CHASSIS NO: 6Y86G444636
• One of three stainless steel Lincoln Continental Convertibles produced
• Retained by Allegheny Ludlum (Allegheny Technologies Inc.) from new
• The final stainless collaboration of Ford Motor Company and Allegheny Ludlum
• Hand-assembled in a special area of Ford's Wixom, MI facilities
• Special late-production example of the last convertible offered by Lincoln
462 cid V-8 engine, two-barrel carburetor, 340 HP, three-speed automatic transmission, independent front suspension with unequal-length A-arms and coil springs, live rear axle with leaf springs, hydraulic four-wheel drum brakes; wheelbase: 126"
For 1961, Ford Motor Company’s Lincoln Division made a complete and startling break from the past with the all-new Continental. Gone were multiple Lincoln models; Lincoln’s success would now stand upon the quality, luxury, and style of the all-new Continental alone. With a shorter wheelbase and overall length than the 1960 model yet exuding a commanding presence, the all-new Continental was designed by Elwood Engel and remains a benchmark of style and refinement today.
As one of the lowest sitting luxury automobiles ever built, the Continental hid an innovative driveshaft assembly that was lowered as far as possible to reduce the height of the driveline tunnel inside the car. To ensure the Continental’s build quality before delivery, each engine was dynamometer-tested for three hours at speeds replicating travel at 100 mph. Each finished car was then road-tested and returned to the factory for correction of any noted defects. Next, a high-pressure water test, inspection, and chassis realignment assured that each Continental was truly ready to be released from the factory for dealer deliveries.
Updates to the Continental included a three-inch wheelbase extension for the 1964-69 model years and slight enlargement of the 430-cubic-inch V-8 engine used for 1961-65 to a mammoth 462 cubic-inches for the 1966 to 1969 models. Delivering 340 under-stressed horsepower, the 462 was the largest-displacement engine ever used in a Ford Motor Company passenger car. Given its irreplaceable presence and well-earned reputation for excellence, the 1961-69 Continentals remain cultural icons by virtue of their high-profile use with the Kennedy White House. The 1966-69 cars also enjoyed excellent product placement on CBS TV’s hugely successful police drama, “Hawaii Five-0,” helping to endow the regal fourth-generation Continental with its enduring cultural mystique.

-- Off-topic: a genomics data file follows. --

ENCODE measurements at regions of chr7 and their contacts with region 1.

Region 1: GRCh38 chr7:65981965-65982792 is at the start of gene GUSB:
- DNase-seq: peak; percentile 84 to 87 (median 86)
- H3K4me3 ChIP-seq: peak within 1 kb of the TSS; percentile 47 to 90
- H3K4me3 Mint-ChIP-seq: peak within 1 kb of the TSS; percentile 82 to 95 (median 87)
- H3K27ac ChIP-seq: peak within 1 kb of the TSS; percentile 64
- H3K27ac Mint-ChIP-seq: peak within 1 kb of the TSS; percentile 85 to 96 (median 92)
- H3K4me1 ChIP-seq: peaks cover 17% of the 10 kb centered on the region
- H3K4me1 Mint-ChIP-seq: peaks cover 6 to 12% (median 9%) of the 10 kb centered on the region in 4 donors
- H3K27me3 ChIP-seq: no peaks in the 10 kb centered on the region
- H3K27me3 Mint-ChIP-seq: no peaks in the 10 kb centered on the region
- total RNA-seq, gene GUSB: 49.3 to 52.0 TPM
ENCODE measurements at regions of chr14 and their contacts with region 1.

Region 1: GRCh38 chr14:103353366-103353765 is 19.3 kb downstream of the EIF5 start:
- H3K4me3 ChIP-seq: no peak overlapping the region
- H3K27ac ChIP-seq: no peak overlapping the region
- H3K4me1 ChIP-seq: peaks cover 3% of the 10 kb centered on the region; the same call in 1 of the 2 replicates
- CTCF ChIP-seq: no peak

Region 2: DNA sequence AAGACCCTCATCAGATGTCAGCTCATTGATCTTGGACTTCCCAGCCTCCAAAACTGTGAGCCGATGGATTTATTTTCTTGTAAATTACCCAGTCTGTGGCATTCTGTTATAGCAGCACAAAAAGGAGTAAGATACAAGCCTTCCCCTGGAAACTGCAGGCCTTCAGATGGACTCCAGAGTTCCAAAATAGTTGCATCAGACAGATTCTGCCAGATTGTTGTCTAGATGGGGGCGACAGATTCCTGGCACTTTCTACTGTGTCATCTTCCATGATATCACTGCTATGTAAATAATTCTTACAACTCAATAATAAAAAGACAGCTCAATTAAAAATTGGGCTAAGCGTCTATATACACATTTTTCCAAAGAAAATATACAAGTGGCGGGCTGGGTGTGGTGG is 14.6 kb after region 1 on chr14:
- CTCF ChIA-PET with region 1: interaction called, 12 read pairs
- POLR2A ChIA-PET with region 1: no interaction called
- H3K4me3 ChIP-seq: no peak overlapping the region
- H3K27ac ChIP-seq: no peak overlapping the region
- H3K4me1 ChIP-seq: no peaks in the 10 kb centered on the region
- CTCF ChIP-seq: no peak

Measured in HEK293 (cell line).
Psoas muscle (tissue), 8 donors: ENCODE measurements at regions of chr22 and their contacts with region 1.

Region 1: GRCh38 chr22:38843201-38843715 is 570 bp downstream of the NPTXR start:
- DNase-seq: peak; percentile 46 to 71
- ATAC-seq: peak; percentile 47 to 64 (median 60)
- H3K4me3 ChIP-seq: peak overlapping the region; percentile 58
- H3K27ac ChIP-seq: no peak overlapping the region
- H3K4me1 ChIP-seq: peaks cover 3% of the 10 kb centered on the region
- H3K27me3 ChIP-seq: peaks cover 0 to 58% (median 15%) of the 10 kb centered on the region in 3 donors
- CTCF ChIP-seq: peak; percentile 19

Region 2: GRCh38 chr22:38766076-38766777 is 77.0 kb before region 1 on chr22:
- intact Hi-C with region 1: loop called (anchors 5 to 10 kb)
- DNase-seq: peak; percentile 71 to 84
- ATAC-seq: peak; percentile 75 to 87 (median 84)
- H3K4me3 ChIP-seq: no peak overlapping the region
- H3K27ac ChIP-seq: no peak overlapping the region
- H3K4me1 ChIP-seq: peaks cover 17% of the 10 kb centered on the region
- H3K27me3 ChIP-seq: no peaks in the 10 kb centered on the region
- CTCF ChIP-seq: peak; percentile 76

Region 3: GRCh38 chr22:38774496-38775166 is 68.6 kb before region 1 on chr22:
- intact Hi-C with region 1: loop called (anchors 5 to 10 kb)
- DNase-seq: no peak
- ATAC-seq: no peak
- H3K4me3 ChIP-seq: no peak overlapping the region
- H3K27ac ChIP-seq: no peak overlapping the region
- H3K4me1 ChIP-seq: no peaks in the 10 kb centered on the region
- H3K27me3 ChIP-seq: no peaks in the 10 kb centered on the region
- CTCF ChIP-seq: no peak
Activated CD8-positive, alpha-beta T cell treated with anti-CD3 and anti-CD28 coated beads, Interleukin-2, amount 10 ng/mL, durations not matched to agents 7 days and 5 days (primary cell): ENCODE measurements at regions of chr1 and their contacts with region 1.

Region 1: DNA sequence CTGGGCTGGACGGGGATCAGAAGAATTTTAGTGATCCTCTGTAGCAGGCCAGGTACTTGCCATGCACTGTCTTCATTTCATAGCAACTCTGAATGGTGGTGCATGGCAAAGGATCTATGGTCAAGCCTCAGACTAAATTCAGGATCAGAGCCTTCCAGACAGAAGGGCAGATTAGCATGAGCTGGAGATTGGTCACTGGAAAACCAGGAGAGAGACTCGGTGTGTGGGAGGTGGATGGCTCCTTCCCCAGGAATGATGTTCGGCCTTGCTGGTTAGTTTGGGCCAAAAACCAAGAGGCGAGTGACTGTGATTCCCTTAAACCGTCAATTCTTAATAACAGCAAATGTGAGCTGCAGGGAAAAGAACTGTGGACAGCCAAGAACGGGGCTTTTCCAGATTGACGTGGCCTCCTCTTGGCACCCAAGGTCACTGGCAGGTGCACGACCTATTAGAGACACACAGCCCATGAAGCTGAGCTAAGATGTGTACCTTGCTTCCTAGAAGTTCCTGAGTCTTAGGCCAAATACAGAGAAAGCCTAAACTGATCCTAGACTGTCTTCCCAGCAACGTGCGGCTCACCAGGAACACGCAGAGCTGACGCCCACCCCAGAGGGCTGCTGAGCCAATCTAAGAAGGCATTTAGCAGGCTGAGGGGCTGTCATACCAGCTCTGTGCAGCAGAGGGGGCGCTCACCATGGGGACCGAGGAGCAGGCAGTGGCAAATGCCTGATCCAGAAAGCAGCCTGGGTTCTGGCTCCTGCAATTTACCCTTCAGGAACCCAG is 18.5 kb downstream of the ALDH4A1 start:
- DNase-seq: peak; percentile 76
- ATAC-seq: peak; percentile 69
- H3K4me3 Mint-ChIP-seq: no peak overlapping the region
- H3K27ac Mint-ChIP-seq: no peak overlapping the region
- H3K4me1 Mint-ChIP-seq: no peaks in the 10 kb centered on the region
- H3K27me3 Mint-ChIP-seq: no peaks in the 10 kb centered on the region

Following up on the pair of stainless steel-bodied Ford Thunderbird hardtops hand-built in 1960, Ford Motor Company and Allegheny Ludlum announced what would be their final collaboration in 1966 – a trio of majestic Lincoln Continental Convertibles. As before, these beautiful, hand-built creations served as technology demonstrators highlighting the superior strength and durability of stainless steel in automotive applications. Both the difficulties encountered with assembly of the hardtop roof sections of the stainless 1960 Thunderbirds, and the impending end of convertible Continental production after 1967, inspired Ford and Allegheny Ludlum to build the latest stainless cars with the top-of-the-line open body style. This time, the Continentals were painstakingly hand-assembled in a special area at Ford Motor Company’s Wixom, Michigan assembly plant, with the job documented in photographs that appeared in several magazine articles over the following years.
Two stainless Continentals were initially envisioned as 1966 model-year cars. As they were being hand-built, executives from the Lincoln Division of Ford Motor Company decided to have a third Continental built for its own promotional use. Since the three Continentals were built late during the 1966 model year, the first two cars were trimmed like the 1966 cars yet titled as 1967 models. The third Continental for Lincoln was outfitted with 1967-model trim. All three stainless Continentals were handsomely finished with dark blue pleated leather upholstery and black convertible tops.
As intended, the trio of stainless steel Continentals created a sensation everywhere they were displayed during their brief front-line show careers. Following their retirement, they were placed into storage. Subsequently, Allegheny Ludlum acquired the third car built for Ford’s Lincoln Division and then passed it to the Crawford Auto-Aviation Museum in Cleveland, Ohio. The stainless Continental offered here has remained within the collection of Allegheny Ludlum from new and is featured in a wonderful 1967 photograph and postcard alongside the stainless-bodied 1936 Ford Tudor and 1960 Thunderbird from The Historic Stainless Steel Trifecta. Truly, we are honored to have been entrusted to offer all three of these stunning vehicles as a single group lot.